The Book Lump

As I’ve said, I feel good about my marketing efforts to people I know. I told y’all about it. I told Facebook about it. I told Twitter about it. If you know me and don’t know about the book, you just aren’t paying attention.

As you remember, my sales goal is 333 copies. To date, I’ve sold 63 paper books and 18 books on Kindle.

I am now incredibly conscious of the lump. I don’t know what the lump is, exactly, but it stands between me and people I don’t know who might like the book. So, now, the trick is to get over the lump. For some reason, I’m imagining a lump of jelly. It doesn’t matter. It’s just a metaphor. But it’s like a fifty-foot wall of jelly between me and folks who might like the book who don’t know me.

So, how to get to them?

–I’m hoping for print media coverage of some sort. This is something of a long-shot, at least in terms of reviews, but maybe someone will write something about self-publishing and mention my book. There have been some “maybe”s and “possibly”s in this direction, so I’m keeping my fingers crossed.

–Events. This is shaping up. First, there’s going to be a book launch on the 20th of October, I think. I should get those details named down tomorrow, but, if this seems like your thing, pencil me in. Bring a friend. And buy dinner or beers. I probably won’t have books for sale here, because I don’t feel like learning how to remit sales tax to the state. If you can’t afford dinner, no worries. Things seem to be shaking out so that there will be at least one free event (possibly on Halloween), and maybe three.

–Radio. Unless I get bumped, a story will be on WPLN the Friday before Halloween. And there may be something else, we’ll see.

–TV. So, this is crazy fun! I’m going to Chattanooga on the Thursday before Halloween to be on Channel 9. Anyone who has any tips about make-up for TV should please chime in in the comments, because I’m afraid I’m going to look like a shiny ghost.

–Internet. The new stories, in their old, unedited form, will run here throughout October. Jim Ridley is going to let me run 5 stories (one each Friday night in October) over at Pith. I’ll need to pick those this weekend. I also need to get with the Nashville Feed guys and ask them if they still want to have a story on a podcast. I hope so. That would be cool. The interview I did will run the Thursday before Halloween.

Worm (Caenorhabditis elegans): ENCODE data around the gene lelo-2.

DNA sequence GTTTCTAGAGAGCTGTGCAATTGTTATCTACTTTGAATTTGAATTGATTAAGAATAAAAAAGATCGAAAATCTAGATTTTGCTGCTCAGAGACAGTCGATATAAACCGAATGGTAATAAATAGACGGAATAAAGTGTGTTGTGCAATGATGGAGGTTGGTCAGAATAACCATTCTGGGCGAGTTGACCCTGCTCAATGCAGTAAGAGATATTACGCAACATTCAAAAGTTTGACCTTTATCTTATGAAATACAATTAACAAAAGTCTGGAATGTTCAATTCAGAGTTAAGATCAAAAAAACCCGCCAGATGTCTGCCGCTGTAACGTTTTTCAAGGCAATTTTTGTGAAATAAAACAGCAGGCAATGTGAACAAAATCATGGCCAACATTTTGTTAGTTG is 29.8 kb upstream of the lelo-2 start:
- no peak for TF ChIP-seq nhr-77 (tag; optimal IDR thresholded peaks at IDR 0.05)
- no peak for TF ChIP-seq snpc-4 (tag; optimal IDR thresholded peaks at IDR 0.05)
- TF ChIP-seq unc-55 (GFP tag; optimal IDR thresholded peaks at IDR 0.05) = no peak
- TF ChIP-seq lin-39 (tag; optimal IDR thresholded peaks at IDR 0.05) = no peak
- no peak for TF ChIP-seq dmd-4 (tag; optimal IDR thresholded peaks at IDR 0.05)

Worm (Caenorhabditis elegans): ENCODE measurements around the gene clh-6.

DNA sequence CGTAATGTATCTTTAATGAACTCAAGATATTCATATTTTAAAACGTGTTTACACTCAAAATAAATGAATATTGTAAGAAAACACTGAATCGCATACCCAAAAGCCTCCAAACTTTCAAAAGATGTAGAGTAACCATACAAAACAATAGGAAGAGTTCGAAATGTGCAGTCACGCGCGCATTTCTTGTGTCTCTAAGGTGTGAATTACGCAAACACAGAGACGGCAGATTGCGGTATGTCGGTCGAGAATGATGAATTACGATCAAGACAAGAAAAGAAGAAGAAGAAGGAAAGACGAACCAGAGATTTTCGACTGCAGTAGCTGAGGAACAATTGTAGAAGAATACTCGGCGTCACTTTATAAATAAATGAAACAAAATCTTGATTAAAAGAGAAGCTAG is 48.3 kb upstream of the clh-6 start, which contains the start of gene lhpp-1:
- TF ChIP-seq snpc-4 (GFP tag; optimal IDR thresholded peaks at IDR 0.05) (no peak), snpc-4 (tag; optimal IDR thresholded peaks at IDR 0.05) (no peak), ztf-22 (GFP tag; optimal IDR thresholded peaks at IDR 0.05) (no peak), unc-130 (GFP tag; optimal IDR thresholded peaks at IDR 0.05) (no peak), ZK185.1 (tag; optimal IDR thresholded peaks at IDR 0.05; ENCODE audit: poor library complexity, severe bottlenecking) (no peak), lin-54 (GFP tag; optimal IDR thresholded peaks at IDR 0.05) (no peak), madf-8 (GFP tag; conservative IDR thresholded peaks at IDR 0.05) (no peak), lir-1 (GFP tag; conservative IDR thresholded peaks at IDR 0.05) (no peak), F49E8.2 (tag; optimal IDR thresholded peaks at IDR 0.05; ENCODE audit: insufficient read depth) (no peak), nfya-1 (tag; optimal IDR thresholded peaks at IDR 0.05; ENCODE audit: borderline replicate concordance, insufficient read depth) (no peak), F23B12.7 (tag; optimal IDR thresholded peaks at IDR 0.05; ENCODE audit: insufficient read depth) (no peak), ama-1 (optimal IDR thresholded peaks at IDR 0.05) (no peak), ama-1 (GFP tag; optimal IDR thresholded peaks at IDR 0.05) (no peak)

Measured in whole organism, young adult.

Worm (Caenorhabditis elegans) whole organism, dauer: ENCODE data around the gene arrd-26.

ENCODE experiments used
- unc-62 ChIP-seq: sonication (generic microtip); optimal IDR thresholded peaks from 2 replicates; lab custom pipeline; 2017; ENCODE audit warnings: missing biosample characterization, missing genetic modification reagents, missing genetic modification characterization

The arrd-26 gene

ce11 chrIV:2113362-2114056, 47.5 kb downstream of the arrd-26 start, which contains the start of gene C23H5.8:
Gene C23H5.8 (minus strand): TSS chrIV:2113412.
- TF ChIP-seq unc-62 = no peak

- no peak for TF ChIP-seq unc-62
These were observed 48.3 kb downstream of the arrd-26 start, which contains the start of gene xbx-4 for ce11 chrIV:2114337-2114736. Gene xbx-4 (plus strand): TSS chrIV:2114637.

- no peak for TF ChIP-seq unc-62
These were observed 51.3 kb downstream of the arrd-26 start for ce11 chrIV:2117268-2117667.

Um, and I think that’s it. I gave away 25 frees. The good news is that, adding my Kindle money and my regular book money together, I have already earned back all I spent to put the book out, plus a little more that will cover the trip to Chattanooga.  So, that was a pleasant surprise.

I keep thinking, while doing this, about what the implications are for publishing and whether I think just anyone could do this herself. I’m becoming more convinced that we won’t see the end of publishers, though I think we’ll see publishers radically transform. I also think that bookstores and wholesalers and review media are going to have to adapt to the rise of half-way decent self-published books. The royalty rates are just too good for people who think they know how to reach their audience to not keep trying it themselves first.

But there’s going to be an important role for people who will provide support to the people trying to do it themselves.

I don’t know.

I’m pretty excited about October and interested to see what happens. But I also feel anxious. I can’t help but wonder if I’m doing the right thing or enough or what.

I don’t know. But I’m doing all I can do, so that’s what I can do.

Ha, just be prepared. If you self-publish, you will be comforting yourself with a lot of strange platitudes.

Old Dog is Old, And Yet…

Last night, the dog was sleeping next to me on the couch and I accidentally bumped her. It startled her awake and I could tell, for a second, she had been sleeping so hard she had no idea where she was. Just a second. But I noticed. Young dogs don’t sleep that hard. They slip in and out of sleep when they need to as easily as they need to.

Old dogs, though, they sleep like it’s practice for death.

Breaks my heart.

And yet, this morning, when we finished up our walk, she ran huge loops around me, like she always has, and I raised the leash over my head to let her circle by, as I always have, and then she dug into the mole burrows in the AT&T yard and then flung herself after the cat and then attacked a stick like it was a ferocious beast. She was, as usual, happy to be alive.

Stiffer than she used to be, but no less enthusiastic.